Former Colombian Hostage Betancourt To Run For President

One of Colombia's most recognizable faces abroad. How popular is she at home?
One of Colombia's most recognizable faces abroad. How popular is she at home?
Alidad Vassigh

BOGOTA — Ingrid Betancourt, the Colombian politician held hostage by FARC guerrillas for six years in the jungle, may return from self-imposed exile and become a candidate in the 2014 presidential election, Colombia’s El Pais newspaper reported.

The country’s Green Alliance began to gauge her interest in returning to Colombian politics in recent weeks, and it was confirmed late Thursday that she would take part in a poll the party would hold to find out which candidate would prove most popular with voters ahead of the May 2014 vote.

Betancourt and her aide were kidnapped by the Revolutionary Armed Forces of Colombia (FARC) in 2002 while she campaigned in southern Colombia for the presidency. She remained a hostage, kept in increasingly draconian conditions and at times chained to trees, until rescued by the Army in 2008.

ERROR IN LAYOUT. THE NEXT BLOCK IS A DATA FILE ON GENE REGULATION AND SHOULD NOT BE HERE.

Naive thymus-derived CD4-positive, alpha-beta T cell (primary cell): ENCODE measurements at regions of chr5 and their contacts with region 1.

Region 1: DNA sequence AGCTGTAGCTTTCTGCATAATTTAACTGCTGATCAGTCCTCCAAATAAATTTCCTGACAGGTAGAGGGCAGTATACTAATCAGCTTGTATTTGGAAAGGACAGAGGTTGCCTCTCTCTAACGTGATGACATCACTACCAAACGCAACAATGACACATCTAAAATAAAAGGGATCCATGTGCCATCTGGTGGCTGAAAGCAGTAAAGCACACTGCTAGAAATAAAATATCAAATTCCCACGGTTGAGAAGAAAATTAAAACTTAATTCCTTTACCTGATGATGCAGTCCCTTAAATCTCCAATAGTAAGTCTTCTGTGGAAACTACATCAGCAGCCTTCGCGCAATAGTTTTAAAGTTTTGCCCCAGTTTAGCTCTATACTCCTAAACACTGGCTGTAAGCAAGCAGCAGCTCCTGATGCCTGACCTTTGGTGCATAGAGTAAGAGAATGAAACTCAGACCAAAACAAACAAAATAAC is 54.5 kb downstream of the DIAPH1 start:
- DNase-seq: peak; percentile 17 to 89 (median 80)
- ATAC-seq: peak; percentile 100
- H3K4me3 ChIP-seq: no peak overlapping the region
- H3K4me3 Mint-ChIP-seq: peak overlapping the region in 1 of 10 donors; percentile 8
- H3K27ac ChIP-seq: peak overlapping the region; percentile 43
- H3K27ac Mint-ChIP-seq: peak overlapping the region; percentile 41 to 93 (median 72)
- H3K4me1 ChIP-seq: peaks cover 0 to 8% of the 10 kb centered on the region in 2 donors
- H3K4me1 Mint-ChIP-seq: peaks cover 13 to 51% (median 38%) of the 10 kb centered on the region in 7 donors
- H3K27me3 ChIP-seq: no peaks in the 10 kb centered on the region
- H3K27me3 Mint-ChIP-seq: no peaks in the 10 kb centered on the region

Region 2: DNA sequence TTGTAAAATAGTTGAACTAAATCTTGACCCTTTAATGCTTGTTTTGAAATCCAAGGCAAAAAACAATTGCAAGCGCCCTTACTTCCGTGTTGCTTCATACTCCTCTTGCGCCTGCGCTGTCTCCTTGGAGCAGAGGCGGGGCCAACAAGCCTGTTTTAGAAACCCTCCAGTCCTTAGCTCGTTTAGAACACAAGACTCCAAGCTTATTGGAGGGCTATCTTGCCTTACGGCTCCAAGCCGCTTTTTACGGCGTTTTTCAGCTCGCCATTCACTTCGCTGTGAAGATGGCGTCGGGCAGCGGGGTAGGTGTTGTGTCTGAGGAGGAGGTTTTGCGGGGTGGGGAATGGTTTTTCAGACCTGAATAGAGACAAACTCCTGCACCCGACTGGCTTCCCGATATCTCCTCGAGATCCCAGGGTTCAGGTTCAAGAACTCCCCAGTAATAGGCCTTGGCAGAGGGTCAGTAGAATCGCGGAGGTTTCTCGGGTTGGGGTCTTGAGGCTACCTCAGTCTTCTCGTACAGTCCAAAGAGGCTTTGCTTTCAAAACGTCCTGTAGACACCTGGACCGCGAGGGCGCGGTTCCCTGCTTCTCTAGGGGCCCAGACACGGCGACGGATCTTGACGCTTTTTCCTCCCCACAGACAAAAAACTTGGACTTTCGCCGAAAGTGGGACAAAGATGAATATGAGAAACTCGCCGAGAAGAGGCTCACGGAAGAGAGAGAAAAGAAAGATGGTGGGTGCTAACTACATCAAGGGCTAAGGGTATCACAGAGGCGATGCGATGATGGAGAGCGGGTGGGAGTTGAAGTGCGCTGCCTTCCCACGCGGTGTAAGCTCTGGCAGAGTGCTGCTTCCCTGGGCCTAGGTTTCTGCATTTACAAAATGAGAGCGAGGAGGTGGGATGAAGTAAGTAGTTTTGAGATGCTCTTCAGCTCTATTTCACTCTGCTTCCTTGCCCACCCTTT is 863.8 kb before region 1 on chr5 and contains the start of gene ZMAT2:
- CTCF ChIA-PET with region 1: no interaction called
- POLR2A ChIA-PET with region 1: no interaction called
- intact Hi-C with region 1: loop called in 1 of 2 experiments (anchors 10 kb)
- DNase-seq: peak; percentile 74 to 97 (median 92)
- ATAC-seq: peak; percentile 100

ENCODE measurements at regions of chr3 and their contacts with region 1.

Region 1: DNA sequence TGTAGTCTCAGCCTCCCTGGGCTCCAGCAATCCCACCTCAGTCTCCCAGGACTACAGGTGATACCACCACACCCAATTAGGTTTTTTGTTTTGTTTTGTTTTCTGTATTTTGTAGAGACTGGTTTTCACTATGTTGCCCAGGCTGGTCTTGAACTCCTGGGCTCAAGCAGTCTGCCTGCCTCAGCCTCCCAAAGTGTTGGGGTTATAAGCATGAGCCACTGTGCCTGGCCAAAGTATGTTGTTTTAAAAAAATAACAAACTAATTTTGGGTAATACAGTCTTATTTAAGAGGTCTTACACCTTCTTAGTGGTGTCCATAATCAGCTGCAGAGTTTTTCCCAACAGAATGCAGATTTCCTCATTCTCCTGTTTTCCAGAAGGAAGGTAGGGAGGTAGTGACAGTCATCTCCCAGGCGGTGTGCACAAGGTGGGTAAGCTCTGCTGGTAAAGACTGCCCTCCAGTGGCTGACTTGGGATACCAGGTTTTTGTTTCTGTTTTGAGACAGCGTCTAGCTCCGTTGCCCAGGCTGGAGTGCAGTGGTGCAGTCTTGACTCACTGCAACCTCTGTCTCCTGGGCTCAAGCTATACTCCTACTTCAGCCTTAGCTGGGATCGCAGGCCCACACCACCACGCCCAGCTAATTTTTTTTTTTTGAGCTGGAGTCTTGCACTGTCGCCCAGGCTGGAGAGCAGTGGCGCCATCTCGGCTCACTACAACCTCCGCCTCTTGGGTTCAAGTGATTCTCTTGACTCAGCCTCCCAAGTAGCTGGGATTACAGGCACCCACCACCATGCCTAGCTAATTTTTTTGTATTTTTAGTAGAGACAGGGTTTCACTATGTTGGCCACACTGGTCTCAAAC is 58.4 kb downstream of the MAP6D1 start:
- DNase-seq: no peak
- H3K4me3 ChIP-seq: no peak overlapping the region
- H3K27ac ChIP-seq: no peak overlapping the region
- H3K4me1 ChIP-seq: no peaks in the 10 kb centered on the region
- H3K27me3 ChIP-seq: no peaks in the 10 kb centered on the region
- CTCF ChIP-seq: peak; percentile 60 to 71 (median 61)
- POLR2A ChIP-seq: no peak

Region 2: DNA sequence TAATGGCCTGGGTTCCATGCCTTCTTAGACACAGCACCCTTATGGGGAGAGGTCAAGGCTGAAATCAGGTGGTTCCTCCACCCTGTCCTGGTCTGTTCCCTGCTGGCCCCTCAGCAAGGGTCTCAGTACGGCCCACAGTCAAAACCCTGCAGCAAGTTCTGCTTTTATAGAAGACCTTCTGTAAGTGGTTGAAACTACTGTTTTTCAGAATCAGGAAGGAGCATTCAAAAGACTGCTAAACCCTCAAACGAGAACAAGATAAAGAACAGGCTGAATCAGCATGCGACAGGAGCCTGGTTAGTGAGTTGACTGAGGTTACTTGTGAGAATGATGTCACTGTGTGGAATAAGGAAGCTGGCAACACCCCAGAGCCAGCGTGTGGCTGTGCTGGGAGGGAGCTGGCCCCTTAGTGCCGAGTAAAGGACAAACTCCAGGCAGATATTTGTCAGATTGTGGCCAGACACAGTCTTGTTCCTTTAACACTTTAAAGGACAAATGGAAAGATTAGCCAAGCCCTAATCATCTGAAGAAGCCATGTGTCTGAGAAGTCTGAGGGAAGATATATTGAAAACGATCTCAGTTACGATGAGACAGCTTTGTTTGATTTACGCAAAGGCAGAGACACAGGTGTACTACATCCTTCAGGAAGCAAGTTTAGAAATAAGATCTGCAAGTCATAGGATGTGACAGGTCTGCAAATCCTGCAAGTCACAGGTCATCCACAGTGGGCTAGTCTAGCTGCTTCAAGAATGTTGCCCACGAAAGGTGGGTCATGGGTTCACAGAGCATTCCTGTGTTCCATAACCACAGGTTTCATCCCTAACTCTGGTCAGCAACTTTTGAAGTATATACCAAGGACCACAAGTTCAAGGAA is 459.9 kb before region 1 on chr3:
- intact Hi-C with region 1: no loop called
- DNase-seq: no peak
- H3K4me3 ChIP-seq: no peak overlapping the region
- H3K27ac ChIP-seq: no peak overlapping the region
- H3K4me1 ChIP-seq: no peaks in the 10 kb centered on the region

She left Colombia after her bid to sue the State for failing to protect her in 2002 provoked a public outcry, and it is unclear how much that might weigh on her current candidacy.

Other people who have agreed to be in the Green Alliance’s electoral poll are former Marxist guerrilla Antonio Navarro Wolff and former Bogotá Mayor Enrique Peñalosa. The pre-candidate with the most votes would presumably become the Green candidate to face off against incumbent President Juan Manuel Santos and the very conservative Óscar Iván Zuluaga, who represents supporters of the former conservative president Álvaro Uribe.

Betancourt, a parliamentarian and senator throughout the 1990s who was campaigning for the presidency when she was kidnapped, remains one of Colombia’s most familiar political faces — as prominent if not as popular as Uribe, the president at the time of her rescue in 2008.

Green Party member Antonio Sanguino described her as someone “with a track record of fighting corruption.” She created a Green party in Colombia for the first time, but is also a symbol of the pain of the victims of the civil conflict with the FARC, the daily Vanguardia Liberal reports.

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Air Next: How A Crypto Scam Collapsed On A Single Spelling Mistake